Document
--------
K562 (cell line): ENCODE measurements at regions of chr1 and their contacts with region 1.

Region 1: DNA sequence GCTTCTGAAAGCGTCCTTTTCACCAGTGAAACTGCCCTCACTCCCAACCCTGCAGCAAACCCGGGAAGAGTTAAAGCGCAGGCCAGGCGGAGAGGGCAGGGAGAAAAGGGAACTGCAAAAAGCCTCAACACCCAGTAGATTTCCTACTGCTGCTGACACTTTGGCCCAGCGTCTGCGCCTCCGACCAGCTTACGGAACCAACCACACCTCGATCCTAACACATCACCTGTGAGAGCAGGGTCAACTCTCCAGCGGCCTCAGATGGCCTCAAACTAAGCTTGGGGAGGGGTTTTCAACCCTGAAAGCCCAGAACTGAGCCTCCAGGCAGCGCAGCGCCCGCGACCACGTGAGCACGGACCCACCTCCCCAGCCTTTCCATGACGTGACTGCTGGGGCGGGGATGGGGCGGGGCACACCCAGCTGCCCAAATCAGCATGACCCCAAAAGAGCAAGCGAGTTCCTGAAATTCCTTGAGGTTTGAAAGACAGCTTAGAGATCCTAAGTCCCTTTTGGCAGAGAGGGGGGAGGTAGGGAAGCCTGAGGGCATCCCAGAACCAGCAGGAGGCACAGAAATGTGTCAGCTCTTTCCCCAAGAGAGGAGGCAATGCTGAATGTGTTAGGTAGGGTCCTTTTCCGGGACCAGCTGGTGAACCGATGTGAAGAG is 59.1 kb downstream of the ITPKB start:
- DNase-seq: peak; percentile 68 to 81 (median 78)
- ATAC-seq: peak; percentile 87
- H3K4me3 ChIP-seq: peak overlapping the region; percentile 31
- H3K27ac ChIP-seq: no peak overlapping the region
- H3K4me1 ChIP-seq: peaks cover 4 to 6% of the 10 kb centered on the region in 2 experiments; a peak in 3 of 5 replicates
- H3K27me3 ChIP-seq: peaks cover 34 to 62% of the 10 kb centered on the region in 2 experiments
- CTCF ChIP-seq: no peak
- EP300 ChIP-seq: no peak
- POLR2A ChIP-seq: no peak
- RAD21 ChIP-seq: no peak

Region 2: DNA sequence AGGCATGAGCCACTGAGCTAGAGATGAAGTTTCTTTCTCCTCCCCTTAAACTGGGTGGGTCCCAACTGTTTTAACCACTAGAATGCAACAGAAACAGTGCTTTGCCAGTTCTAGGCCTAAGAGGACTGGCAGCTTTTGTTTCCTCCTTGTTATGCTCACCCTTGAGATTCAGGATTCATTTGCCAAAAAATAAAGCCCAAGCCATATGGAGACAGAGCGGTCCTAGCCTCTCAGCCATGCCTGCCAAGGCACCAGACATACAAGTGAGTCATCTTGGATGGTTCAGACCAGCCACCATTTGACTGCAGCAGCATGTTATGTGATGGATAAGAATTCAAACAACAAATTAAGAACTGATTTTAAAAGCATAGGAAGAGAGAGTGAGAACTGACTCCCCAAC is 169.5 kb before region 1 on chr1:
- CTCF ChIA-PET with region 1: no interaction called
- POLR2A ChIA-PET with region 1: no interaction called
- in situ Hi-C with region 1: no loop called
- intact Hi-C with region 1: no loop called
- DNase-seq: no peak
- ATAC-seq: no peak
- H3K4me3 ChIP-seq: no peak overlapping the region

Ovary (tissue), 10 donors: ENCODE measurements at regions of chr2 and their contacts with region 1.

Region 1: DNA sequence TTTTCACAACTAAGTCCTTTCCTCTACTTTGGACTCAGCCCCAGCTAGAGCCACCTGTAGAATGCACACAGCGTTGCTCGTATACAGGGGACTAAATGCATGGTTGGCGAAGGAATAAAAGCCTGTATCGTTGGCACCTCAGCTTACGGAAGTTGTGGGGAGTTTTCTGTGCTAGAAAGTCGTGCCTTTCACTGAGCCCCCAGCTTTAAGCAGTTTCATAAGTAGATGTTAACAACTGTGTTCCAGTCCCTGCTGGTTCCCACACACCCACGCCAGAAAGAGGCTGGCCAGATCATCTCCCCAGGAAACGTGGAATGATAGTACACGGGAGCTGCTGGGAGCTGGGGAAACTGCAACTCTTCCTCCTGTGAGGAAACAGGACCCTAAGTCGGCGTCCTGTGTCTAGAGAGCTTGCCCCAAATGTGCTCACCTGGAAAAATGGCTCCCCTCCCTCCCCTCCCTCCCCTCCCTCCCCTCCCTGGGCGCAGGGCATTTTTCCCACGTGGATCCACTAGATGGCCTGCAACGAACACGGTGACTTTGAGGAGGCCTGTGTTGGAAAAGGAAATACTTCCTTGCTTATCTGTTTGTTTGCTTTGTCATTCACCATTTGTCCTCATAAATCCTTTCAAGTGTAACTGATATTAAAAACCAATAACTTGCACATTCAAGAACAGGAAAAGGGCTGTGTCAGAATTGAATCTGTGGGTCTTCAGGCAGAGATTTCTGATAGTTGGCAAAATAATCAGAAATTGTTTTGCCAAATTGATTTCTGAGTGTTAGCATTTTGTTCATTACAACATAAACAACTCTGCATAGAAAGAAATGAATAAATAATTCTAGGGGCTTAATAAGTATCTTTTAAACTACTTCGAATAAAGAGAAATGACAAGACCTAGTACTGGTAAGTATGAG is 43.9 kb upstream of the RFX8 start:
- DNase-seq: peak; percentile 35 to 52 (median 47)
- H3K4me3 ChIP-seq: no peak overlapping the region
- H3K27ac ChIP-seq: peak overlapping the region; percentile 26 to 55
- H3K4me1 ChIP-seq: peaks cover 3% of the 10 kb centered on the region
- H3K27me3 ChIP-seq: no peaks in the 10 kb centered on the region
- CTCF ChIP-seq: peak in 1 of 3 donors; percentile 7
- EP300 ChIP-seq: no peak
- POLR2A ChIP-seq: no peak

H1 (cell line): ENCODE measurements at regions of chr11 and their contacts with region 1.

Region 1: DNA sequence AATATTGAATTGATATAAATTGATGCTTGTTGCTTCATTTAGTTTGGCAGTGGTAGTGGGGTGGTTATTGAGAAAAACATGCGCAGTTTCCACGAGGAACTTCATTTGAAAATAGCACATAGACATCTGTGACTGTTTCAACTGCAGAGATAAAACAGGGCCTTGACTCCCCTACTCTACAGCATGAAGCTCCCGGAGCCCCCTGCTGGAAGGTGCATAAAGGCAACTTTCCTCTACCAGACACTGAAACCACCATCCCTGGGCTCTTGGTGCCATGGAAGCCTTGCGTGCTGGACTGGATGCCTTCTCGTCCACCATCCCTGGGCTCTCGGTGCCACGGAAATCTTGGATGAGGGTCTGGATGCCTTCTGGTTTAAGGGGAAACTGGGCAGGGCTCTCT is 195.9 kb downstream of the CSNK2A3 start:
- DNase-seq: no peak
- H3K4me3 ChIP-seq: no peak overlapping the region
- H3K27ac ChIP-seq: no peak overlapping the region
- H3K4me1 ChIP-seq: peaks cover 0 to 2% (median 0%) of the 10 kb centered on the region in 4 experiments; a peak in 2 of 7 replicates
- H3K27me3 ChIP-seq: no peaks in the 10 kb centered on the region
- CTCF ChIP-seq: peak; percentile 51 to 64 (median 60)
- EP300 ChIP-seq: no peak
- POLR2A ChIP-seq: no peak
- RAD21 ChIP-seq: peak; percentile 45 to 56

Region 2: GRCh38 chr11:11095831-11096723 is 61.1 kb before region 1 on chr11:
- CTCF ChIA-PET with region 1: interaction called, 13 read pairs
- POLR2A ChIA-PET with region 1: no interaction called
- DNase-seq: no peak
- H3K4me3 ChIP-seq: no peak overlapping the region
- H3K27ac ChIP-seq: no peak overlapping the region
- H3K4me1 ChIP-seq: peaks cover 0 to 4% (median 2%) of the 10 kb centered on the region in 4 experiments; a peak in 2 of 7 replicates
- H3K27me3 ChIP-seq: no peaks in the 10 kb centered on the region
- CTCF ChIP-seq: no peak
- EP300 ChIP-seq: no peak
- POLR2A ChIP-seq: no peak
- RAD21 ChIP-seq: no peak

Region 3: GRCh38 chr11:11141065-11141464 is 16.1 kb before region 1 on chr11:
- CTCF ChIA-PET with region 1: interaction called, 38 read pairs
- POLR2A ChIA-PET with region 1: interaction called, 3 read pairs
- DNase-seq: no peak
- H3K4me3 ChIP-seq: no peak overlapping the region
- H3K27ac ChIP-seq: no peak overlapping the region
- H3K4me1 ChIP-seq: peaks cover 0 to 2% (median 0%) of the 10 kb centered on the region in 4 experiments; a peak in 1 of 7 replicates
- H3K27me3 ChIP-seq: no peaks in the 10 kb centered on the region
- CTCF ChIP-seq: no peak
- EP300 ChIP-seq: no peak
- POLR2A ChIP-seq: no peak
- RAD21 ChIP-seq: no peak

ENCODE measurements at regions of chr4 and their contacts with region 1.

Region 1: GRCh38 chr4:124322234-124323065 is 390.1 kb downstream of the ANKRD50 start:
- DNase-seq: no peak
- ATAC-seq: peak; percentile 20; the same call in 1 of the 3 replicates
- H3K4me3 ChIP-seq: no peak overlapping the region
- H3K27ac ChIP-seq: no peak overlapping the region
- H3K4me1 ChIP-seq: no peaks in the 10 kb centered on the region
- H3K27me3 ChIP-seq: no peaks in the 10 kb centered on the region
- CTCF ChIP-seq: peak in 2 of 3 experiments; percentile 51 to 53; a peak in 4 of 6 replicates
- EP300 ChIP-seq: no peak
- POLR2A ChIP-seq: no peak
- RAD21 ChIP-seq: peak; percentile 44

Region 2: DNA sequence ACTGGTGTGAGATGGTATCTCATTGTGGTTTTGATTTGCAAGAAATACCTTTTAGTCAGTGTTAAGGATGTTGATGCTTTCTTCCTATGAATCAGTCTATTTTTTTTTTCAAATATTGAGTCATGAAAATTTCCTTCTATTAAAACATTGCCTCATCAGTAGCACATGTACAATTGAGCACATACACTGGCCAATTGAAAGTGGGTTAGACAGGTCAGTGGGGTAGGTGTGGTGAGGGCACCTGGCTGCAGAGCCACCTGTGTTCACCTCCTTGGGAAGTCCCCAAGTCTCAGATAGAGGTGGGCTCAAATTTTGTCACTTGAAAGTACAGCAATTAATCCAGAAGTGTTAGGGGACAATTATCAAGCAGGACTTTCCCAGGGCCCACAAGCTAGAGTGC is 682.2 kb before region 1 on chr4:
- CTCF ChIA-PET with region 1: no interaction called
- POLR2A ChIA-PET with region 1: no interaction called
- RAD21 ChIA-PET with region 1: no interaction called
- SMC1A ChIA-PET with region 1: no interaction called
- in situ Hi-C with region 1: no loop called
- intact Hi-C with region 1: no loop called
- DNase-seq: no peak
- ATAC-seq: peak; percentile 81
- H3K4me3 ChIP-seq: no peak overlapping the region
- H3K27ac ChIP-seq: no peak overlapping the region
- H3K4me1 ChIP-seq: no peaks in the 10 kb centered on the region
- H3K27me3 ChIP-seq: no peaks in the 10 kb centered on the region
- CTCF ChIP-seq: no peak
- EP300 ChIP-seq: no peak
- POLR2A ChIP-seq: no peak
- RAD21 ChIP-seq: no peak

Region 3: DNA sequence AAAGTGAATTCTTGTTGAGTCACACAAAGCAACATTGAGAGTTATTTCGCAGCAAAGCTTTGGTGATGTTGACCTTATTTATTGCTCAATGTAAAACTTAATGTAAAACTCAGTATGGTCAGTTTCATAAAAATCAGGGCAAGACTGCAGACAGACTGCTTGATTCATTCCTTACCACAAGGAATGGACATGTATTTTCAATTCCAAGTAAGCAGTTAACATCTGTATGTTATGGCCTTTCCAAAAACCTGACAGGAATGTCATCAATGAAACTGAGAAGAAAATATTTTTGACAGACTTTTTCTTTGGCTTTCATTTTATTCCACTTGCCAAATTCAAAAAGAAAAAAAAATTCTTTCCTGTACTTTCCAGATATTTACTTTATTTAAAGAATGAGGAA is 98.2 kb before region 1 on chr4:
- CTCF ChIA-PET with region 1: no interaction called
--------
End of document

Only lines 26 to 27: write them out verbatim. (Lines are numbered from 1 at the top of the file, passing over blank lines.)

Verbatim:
- H3K4me1 ChIP-seq: peaks cover 3% of the 10 kb centered on the region
- H3K27me3 ChIP-seq: no peaks in the 10 kb centered on the region